Reports of a hidden iPhone feature that silently tracks its users' whereabouts prompted widespread unease from smart phone customers Wednesday. Now, Capitol Hill lawmakers are demanding answers from Apple CEO Steve Jobs.
Researchers Alasdair Allan and Pete Warden on Wednesday released findings that Apple's iOS 4 software automatically tracks its users' locations, and stores that information in a file on iPhones and iPads. Privacy watchdogs say the unencrypted data could easily be compromised by third parties or hackers, especially when the devices are connected to a computer to "sync" music and other media.
"Anyone who gains access to this single file could likely determine the location of a user's home, the businesses he frequents, the doctors he visits, the schools his children attend, and the trips he has taken," Minnesota Democratic Senator Al Franken warned in a letter to Jobs. "There are numerous ways in which this information could be abused by criminals and bad actors."
Franken, recently named chair of a congressional subcommittee on privacy and technology, hinted that the iPhone software controversy could factor into hearings on Capitol Hill. "I haven't announced exactly when our first hearing is, but I will announce that very soon. And I certainly have been looking at mobile phones and privacy," Franken told home-state FOX affiliate KMSP.
Franken is asking Jobs to explain how and why Apple collects location data, citing concerns that "millions of children and teenagers" could be exposed to danger because of the tracking feature.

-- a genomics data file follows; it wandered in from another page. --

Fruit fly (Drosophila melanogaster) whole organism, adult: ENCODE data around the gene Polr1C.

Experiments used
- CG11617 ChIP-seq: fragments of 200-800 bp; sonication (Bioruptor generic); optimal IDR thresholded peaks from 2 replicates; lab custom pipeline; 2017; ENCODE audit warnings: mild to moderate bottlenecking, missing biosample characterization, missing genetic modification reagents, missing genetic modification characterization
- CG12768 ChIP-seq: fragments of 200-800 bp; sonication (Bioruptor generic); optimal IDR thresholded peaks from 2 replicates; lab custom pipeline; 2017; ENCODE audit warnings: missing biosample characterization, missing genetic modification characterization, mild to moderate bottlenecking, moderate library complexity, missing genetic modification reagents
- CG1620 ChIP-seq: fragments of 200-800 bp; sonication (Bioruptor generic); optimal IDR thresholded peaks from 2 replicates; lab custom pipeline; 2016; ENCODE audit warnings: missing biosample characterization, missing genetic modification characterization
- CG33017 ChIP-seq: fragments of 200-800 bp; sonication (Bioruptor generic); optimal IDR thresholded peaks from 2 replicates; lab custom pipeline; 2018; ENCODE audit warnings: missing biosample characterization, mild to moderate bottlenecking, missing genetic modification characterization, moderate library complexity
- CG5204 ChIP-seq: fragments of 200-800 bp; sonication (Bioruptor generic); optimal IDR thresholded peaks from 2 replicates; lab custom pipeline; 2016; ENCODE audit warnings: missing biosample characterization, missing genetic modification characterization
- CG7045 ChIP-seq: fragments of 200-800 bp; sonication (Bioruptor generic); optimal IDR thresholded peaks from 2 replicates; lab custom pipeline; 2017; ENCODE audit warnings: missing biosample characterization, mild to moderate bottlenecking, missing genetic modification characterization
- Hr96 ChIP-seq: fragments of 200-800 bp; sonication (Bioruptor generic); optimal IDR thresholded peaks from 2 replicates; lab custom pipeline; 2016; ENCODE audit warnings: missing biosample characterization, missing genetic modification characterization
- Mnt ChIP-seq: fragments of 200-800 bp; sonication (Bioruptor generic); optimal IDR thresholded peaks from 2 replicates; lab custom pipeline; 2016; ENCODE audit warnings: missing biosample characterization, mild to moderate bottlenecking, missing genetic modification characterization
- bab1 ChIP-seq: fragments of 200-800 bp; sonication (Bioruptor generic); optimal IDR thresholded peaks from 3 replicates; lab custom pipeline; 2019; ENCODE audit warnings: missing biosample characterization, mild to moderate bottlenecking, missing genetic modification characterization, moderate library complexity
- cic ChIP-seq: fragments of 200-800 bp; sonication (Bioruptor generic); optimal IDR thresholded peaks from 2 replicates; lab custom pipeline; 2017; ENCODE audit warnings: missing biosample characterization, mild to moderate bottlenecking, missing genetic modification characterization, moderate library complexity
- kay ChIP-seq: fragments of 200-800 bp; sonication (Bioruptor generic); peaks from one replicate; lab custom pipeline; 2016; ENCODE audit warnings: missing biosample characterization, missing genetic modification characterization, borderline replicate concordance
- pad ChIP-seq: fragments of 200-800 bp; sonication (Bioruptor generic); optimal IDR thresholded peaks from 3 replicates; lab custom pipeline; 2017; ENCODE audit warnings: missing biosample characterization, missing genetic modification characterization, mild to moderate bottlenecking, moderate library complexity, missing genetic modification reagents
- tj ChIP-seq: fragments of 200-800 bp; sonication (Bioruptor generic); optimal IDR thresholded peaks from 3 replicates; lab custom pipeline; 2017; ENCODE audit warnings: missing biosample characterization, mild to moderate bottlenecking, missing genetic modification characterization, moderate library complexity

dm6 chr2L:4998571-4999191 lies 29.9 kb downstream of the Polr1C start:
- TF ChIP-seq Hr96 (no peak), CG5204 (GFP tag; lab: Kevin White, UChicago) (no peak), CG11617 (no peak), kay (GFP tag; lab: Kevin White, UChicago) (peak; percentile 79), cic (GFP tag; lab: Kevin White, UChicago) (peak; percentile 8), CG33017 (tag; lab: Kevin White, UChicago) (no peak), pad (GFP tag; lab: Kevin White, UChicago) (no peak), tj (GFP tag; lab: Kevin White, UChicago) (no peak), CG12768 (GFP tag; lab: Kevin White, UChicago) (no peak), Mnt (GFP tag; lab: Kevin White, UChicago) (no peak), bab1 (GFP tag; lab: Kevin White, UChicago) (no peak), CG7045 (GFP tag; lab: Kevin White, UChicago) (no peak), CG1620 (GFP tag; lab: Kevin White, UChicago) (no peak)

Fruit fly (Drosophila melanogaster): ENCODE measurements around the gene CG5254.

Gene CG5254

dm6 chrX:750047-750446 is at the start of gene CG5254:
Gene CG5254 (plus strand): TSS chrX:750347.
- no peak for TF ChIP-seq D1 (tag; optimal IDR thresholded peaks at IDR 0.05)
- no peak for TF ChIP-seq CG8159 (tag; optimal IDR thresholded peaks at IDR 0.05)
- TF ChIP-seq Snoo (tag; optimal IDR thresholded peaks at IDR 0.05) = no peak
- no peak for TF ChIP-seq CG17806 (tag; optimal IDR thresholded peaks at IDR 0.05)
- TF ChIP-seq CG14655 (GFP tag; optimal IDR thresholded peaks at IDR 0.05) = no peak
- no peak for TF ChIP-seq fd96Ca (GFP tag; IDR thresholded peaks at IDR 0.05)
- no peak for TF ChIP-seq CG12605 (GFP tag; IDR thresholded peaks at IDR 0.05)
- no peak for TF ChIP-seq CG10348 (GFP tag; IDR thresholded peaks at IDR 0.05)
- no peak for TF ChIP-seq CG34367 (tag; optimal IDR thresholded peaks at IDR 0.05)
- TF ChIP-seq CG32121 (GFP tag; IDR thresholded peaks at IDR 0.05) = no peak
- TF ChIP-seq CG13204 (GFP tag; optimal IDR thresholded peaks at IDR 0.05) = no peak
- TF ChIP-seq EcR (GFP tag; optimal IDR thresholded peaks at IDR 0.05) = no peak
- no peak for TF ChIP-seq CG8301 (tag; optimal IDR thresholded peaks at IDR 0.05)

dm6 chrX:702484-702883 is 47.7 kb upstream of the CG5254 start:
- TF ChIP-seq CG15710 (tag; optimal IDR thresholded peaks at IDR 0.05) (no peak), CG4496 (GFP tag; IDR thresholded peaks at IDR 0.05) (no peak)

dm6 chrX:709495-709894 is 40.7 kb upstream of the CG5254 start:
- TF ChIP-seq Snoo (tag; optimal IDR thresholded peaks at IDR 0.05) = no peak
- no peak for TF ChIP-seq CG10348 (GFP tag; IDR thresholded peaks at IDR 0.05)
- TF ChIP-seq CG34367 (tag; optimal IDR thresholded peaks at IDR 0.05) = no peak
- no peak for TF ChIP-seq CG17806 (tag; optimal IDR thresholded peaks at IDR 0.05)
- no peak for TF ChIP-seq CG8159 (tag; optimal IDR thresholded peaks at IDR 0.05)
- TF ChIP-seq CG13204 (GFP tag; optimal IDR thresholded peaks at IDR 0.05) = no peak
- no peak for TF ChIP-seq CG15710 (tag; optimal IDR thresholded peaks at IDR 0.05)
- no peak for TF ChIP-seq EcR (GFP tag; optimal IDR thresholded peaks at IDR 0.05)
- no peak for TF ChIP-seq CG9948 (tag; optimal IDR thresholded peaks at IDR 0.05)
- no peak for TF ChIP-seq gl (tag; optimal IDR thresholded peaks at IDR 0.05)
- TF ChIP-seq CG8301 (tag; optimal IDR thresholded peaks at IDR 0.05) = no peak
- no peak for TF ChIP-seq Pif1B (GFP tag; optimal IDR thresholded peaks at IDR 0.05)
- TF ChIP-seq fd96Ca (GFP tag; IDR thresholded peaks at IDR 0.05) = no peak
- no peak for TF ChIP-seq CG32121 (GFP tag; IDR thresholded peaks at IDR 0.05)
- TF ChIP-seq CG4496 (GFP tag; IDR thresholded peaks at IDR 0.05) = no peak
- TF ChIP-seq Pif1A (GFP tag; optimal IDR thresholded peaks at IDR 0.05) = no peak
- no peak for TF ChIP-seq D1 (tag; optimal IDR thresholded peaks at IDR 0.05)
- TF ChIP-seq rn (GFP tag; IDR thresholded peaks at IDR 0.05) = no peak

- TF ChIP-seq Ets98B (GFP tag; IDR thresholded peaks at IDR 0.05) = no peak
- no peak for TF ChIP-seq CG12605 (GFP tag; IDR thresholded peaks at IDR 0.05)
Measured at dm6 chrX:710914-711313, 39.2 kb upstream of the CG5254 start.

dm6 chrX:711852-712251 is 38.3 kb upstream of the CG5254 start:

"I certainly don't know why they would allow it to unencrypted," Franken said of the data file. "People didn't know their whereabouts were being tracked all the time...and so part of the reason to have these hearings is so the public knows, and so we know, what these companies are doing, and to...keep our laws updated with the technology."
On the House side, Rep. Edward Markey, D-Mass., on Thursday sent his own letter to Jobs, asking that the CEO explain what he is doing to prevent harm to children and to detail whether or not Apple is using tracking information for a "commercial purpose." Markey has requested that Jobs respond to his letter by May 12. Washington Democratic Rep. Jay Inslee has also expressed concern over privacy violations.
"We have not gotten a response from them," Franken told KMSP of his letter to Jobs, adding that he had only just sent the letter the day before. "I hope to get a response very soon. I asked them a lot of questions."